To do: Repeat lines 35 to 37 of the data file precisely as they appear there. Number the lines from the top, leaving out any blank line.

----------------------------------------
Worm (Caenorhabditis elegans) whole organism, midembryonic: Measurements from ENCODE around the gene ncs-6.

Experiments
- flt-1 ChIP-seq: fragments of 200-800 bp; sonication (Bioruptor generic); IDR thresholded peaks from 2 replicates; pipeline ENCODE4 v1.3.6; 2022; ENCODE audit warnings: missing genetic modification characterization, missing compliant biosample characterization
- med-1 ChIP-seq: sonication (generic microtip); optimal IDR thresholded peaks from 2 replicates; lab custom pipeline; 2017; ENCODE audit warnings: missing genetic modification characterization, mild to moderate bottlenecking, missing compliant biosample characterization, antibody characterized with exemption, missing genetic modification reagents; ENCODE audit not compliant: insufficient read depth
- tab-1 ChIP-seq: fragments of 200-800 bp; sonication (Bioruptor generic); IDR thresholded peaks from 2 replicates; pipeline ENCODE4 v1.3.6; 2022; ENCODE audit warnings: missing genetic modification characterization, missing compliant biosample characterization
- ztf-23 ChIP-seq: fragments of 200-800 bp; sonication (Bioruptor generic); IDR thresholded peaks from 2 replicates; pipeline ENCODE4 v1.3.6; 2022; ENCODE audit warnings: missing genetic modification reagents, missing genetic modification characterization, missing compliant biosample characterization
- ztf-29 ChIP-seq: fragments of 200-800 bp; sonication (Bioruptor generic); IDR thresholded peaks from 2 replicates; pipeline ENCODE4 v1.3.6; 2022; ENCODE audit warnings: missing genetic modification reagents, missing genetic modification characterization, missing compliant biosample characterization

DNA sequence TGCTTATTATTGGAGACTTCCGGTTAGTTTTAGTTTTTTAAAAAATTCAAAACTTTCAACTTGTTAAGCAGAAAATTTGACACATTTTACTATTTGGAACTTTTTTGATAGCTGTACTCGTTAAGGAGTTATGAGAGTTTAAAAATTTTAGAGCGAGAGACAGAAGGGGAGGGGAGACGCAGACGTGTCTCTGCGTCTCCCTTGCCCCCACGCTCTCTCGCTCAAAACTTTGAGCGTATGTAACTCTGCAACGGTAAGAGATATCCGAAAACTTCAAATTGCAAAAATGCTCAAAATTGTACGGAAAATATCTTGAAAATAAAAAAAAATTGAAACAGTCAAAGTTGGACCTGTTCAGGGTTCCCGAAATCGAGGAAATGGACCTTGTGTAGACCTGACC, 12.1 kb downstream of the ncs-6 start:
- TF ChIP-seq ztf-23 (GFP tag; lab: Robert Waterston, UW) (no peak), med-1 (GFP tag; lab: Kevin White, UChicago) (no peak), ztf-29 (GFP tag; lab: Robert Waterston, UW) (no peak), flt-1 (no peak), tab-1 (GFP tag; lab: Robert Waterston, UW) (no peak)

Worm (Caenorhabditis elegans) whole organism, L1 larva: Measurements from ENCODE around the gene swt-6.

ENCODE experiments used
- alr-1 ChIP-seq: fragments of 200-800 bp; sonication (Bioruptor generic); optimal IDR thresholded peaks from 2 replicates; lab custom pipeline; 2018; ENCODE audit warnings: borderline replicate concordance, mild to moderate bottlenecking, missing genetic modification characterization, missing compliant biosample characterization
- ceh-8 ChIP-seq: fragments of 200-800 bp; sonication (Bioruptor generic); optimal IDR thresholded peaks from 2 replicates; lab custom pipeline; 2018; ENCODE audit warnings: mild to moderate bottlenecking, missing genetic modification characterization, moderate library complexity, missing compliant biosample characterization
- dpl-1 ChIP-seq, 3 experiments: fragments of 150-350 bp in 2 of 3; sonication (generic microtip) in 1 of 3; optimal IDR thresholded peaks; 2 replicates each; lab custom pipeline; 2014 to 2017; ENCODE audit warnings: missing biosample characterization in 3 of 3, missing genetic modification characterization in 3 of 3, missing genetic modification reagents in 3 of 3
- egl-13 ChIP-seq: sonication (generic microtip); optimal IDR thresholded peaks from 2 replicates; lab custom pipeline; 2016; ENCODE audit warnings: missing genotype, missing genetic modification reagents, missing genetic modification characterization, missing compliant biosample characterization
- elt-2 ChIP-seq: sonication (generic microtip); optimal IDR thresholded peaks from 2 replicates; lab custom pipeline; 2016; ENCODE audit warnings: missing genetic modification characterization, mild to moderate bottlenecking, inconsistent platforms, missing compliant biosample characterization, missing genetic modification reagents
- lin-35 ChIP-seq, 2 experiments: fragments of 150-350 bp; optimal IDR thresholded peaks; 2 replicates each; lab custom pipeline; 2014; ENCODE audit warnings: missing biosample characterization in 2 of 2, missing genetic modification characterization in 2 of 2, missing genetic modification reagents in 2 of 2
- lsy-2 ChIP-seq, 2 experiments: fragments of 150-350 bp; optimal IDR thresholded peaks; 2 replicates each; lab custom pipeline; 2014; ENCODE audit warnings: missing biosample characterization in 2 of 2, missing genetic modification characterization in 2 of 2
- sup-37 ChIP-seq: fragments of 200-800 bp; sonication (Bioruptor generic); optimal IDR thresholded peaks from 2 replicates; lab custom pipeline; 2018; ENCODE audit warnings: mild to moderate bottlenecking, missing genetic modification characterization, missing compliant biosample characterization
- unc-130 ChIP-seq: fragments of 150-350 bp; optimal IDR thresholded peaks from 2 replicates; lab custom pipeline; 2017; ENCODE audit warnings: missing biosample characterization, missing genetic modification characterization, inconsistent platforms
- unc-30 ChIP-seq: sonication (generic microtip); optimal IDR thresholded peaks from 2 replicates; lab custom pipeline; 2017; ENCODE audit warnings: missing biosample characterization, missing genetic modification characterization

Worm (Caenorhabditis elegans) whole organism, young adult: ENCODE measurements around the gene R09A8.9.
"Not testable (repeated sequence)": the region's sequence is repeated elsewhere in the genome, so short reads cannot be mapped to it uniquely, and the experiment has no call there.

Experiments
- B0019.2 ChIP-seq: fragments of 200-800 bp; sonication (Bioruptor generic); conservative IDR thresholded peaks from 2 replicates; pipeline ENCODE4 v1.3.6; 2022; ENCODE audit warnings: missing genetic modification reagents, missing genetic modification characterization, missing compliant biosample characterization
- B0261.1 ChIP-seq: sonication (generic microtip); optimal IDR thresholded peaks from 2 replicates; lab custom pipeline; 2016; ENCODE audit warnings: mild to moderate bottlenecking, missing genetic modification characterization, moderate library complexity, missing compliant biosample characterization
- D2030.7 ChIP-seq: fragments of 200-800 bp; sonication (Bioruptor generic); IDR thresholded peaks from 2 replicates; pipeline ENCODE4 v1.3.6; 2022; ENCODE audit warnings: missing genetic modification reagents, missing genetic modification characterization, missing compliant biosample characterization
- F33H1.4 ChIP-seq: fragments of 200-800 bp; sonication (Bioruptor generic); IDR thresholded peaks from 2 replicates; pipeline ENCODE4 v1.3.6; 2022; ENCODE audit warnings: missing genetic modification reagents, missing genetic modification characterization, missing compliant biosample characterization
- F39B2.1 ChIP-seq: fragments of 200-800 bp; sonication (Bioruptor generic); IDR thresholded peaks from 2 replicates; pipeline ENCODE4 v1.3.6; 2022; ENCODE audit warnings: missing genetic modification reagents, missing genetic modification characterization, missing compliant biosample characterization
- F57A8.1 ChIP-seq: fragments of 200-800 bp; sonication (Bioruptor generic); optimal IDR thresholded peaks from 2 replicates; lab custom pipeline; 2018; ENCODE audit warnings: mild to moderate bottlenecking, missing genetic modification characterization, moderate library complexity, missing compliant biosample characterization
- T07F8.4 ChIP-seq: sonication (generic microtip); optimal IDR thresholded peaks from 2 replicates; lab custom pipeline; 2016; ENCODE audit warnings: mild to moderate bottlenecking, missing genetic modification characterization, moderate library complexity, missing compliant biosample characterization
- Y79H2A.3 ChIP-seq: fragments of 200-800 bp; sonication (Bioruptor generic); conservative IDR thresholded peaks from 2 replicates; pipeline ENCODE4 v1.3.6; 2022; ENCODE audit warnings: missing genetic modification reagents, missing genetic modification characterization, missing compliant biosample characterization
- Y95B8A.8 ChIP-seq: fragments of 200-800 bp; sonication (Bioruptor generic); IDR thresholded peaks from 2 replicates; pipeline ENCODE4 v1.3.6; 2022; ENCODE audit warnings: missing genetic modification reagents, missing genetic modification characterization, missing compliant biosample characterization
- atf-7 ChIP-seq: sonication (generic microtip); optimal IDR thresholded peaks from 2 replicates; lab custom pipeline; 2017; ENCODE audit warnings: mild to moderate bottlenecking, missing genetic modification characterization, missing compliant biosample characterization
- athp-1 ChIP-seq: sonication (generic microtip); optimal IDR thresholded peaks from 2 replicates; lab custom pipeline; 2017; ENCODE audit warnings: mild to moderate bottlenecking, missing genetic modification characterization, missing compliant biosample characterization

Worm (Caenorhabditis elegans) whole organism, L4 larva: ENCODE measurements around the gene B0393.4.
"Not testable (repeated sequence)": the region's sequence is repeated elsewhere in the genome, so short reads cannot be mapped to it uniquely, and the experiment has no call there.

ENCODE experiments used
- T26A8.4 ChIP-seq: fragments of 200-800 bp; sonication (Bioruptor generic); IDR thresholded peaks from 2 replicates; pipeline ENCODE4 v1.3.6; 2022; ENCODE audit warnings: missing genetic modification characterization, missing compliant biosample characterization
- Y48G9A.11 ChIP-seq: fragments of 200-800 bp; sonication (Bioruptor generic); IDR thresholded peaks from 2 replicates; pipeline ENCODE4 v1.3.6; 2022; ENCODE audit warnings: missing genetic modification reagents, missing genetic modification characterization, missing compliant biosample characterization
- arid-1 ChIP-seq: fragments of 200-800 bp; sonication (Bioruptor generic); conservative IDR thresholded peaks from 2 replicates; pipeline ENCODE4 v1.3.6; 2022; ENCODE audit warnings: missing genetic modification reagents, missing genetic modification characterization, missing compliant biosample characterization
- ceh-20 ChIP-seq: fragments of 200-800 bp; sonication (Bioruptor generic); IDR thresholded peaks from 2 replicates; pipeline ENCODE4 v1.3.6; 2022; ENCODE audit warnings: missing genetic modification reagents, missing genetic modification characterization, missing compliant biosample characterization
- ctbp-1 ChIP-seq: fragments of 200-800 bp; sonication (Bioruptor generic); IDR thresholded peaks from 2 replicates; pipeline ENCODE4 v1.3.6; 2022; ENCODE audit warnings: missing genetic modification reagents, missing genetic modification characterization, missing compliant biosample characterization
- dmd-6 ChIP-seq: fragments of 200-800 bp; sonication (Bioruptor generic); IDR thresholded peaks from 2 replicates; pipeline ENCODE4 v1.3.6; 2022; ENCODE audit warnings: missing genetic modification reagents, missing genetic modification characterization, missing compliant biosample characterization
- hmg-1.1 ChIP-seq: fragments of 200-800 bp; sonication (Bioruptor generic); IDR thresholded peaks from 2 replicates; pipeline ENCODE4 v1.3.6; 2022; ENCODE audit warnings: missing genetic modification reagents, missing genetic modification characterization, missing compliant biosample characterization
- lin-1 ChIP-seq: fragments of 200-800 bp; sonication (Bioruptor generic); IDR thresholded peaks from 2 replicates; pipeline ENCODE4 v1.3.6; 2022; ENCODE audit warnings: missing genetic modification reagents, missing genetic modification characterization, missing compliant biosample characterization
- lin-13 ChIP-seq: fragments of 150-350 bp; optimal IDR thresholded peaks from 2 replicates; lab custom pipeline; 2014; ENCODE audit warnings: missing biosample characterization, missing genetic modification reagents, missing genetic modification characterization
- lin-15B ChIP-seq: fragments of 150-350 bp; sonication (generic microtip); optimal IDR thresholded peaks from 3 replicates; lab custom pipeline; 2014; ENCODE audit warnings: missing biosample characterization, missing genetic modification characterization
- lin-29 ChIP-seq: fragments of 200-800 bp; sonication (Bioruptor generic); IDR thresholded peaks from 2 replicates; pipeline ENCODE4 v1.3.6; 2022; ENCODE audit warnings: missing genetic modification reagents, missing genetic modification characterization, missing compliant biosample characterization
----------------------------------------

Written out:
- athp-1 ChIP-seq: sonication (generic microtip); optimal IDR thresholded peaks from 2 replicates; lab custom pipeline; 2017; ENCODE audit warnings: mild to moderate bottlenecking, missing genetic modification characterization, missing compliant biosample characterization

Worm (Caenorhabditis elegans) whole organism, L4 larva: ENCODE measurements around the gene B0393.4.
"Not testable (repeated sequence)": the region's sequence is repeated elsewhere in the genome, so short reads cannot be mapped to it uniquely, and the experiment has no call there.